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How Autobiographical Is Your Fiction?

“All fiction is largely autobiographical…”

                                            — P.D. James

I suppose the question facing a lot of novelists is not IF your story should be autobiographical, but HOW autobiographical your story should be? It’s no secret that novelists assemble their stories from the stuff of experience, drawing from the places they’ve lived, the people they’ve met, and the lessons they’ve learned. Of course, this could be a tad unnerving when a relative discovers themselves speaking through one of your characters. Especially if that character is a pompous ass or a goody two-shoes.

I used to hedge at this notion. You know, I believed I could separate myself and my experience from my tales, forge characters from starstuff, as it were. Let alone, keep my family out of the telling. Silly me. Now, with a small, but growing, canon of stories behind me, my life is littered everywhere. At least, for those who have ears to hear.

One such “telling” came by way of Avram Davidson’s Adventures in Unhistory. Subtitled Conjectures on the Factual Foundations of Several Ancient Legends, the book covers the historical or (pseudo-historical) underpinnings of such basic mythological iconography as mermaids, werewolves, mandrake roots and Prester John. It’s a fun read and one that has sparked several conceptual brush fires in my noggin.

One was Vocal Memnon. It was just a reference in Davidson’s book, maybe a paragraph in passing, but the story intrigued me. So I did some research of my own.


Vocal Memnon were two 60 foot Colossi, carved of quartzite sandstone and seated in the Theban necropolis, along the Nile River near modern day Cairo. The statues had been commissioned by one of the Pharaohs to guard a sacred memorial temple. However, an earthquake partially destroyed one of them, fractured it in several places. From that point on, it sang every morning at the break of dawn, at least according to legend, a moan or whistle probably caused by temperature change or evaporation. (The scientific term is Solar Thermal Automata and the concept has been used in the development of specific audio technologies.)

subterranea_fullEven more fascinating was the mythology that arose around the singing Colossi.

And this is where Vocal Memnon intersects a couple of my stories. For instance, I have included the myth in my short story Consonance (which is included in my anthology Subterranea) as well as in my second novel The Telling. What’s my infatuation with this odd archeological trivia? The Vocal Memnon myth embodies something autobiographical and deeply personal to me.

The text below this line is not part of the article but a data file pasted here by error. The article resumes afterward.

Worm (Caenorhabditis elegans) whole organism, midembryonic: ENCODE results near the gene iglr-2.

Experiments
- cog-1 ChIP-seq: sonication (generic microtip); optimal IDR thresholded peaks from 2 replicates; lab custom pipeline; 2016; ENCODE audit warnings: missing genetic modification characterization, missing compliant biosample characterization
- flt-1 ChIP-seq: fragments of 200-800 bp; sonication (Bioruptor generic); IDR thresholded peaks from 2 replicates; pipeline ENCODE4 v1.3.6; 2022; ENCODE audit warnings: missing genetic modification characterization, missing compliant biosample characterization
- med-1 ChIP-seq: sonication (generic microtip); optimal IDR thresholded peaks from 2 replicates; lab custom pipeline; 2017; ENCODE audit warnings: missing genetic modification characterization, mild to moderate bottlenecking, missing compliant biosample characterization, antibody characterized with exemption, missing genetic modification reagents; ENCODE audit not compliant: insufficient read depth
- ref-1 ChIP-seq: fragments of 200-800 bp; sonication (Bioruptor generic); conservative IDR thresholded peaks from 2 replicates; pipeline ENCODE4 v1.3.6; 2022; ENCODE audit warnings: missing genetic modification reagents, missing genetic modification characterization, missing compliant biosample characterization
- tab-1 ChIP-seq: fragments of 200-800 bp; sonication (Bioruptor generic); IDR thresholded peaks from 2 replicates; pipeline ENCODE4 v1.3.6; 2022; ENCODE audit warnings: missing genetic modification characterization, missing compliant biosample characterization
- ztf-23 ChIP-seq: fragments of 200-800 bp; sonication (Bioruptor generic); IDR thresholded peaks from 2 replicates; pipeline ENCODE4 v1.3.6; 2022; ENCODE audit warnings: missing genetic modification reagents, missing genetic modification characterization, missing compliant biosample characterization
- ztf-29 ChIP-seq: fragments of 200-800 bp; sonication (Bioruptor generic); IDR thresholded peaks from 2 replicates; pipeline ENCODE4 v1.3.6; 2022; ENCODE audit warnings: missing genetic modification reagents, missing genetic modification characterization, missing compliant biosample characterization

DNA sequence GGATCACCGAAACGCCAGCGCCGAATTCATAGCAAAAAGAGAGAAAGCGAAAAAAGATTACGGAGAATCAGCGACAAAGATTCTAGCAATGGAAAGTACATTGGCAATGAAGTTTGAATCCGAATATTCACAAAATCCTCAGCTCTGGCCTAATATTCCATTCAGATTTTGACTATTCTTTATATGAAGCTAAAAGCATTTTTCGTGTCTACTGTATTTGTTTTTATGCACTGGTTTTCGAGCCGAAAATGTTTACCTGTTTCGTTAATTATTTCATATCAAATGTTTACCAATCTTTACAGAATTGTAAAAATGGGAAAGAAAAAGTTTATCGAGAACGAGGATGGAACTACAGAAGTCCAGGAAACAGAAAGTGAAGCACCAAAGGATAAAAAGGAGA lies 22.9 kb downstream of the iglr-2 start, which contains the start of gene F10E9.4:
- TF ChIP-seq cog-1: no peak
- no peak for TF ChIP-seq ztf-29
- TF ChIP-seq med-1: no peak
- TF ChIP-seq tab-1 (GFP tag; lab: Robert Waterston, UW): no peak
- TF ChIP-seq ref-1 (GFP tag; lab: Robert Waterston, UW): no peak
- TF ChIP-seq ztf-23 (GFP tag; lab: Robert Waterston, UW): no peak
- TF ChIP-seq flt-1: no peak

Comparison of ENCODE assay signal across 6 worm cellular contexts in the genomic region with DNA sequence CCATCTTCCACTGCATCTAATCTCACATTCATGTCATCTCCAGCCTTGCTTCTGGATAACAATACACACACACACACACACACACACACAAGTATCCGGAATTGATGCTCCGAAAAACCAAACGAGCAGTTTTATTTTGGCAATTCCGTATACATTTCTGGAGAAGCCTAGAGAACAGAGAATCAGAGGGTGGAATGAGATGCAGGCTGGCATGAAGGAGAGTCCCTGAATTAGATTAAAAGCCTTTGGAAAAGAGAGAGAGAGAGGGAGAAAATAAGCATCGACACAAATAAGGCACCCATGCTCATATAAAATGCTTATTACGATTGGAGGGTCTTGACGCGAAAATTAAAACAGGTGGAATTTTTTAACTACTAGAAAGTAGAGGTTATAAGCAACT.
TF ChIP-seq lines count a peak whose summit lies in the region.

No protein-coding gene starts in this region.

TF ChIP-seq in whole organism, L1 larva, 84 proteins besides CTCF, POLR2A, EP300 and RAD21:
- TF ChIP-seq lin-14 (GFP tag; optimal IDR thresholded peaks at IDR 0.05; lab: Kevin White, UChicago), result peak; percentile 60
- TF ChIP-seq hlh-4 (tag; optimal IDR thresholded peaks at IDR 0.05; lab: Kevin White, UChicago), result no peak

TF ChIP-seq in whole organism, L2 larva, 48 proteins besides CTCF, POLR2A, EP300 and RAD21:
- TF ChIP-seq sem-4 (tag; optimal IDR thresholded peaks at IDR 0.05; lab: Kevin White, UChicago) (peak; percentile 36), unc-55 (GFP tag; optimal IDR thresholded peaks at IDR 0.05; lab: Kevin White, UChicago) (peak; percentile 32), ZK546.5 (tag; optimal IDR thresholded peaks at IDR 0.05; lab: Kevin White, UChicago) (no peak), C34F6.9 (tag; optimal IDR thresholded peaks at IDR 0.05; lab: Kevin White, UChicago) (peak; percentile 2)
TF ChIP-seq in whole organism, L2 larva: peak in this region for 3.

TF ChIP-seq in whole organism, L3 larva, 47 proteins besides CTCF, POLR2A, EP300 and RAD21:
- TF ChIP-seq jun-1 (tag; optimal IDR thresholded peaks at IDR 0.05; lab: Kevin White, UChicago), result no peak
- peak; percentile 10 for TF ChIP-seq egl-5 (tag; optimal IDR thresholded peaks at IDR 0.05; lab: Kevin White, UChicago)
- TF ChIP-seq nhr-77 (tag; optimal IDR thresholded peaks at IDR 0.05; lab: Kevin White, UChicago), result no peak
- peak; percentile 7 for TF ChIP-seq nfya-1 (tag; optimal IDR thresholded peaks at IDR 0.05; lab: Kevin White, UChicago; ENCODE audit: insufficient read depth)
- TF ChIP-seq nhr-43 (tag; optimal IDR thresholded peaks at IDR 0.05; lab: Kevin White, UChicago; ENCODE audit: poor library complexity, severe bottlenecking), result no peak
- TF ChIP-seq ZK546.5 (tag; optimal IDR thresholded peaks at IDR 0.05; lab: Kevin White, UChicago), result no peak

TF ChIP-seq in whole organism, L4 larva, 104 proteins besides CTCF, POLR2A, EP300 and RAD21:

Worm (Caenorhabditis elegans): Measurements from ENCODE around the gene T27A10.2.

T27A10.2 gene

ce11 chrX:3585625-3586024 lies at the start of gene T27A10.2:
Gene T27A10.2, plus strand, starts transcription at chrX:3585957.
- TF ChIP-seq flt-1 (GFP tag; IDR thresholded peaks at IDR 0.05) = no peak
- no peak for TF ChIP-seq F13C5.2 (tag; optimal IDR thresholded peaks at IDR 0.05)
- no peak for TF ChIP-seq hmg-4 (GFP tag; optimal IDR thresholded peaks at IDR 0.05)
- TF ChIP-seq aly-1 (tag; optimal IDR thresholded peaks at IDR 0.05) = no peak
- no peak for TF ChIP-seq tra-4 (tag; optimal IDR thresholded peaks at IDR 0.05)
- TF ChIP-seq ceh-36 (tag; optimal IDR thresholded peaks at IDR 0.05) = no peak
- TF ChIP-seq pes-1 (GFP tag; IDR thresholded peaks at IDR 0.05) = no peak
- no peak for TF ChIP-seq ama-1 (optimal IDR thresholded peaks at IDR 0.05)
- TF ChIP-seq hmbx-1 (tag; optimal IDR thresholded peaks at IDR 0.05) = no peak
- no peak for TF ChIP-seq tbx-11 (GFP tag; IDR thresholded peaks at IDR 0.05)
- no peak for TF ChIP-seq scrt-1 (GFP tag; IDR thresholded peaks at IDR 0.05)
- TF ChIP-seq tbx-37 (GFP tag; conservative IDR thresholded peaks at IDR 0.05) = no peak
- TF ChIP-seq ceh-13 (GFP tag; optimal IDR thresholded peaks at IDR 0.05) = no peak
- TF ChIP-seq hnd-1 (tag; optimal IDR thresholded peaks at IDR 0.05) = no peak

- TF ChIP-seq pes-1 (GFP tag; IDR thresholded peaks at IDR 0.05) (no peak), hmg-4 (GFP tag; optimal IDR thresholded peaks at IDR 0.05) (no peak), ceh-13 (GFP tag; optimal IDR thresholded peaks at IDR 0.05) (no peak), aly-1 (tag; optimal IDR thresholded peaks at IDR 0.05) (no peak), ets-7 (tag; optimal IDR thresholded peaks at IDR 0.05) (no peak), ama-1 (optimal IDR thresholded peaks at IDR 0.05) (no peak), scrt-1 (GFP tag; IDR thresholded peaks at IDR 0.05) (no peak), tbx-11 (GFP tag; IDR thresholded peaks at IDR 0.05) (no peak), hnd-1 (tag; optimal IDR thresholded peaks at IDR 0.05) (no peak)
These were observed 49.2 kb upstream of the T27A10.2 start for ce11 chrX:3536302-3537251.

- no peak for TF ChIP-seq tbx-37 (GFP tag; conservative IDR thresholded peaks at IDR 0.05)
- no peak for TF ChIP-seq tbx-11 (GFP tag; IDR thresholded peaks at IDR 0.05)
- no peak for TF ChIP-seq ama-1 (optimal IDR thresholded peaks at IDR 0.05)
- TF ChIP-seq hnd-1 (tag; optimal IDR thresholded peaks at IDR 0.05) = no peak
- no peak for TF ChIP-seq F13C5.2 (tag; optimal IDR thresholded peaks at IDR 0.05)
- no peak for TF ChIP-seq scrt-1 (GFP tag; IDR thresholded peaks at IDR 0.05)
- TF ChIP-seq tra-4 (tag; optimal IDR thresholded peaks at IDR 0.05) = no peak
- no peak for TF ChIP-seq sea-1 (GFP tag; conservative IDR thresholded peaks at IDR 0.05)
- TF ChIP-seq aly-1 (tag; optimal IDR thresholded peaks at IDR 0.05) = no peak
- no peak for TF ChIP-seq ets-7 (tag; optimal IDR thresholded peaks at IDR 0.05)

Cleo, the cephalopod-like extraterrestrial in Consonance explained it this way:

“…pilgrims flocked there. They said the lucky ones—the ones who heard [the Colossi singing]—got healed, prayers answered, wishes granted, things like that. For hundreds of years it went on, singing at sunrise, padding its stats, performing for all those sad lost souls. And then it stopped. Just never uttered another sound.”

She wandered to the vanity, swung one of her trunks over her shoulder, and toyed aimlessly with the knuckles.

“But why?” She stared quizzically into space. “Why, after all that time, does the singing stop?

The protag of that short story eventually unravels the myth by discovering his own gifting — a gift that heals and helps others.

It sang from its brokenness, isn’t that what she’d said? The Colossi, shorn of its majesty only to find glory in its diminishment.

Singing from brokenness. Finding glory in diminishment.

Perhaps I have an inflated sense of self-worth. But I’ve grown to feel that — I feel insecure even saying this — God has given me a gift that can help and heal others. The problem was / is that that gift only functions through brokenness. I had to / have to diminish and be made low for the singing to start.

Which is why this line, toward the end of my second novel The Telling occurs. It is spoken by one of my secondary protags, an exhortation to the scarred and troubled young prophet Zeph Walker, who is finding his way home:

“Sing!” Little Weaver shouted. “Sing, Brother Walker! Out of your brokenness, sing!

Few, if any, would know what I’m referring to in those snippets. But having stumbled through life, fallen out of the ministry, railed against God and resisted my calling, any goodness that comes out of my life now seems like a song of brokenness. Like Jacob wrestling the angel, God has “blessed” me with a limp. Thus, I must find glory not in acclaim, but in diminishment.

Lord, let it be.

So, yeah, my fiction is autobiographical. How about yours?

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{ 6 comments… add one }
  • Jill July 17, 2014, 12:04 PM

    In the way you state it, yeah it’s obviously autobiographical. All of that stuff that resonates with my soul is bound to end up in my stories. As far as more tangible ways, it depends on the story. Some of more autobiographical than others.

    “Perhaps I have an inflated sense of self-worth. But I’ve grown to feel that — I feel insecure even saying this — God has given me a gift that can help and heal others. The problem was / is that that gift only functions through brokenness. I had to / have to diminish and be made low for the singing to start.”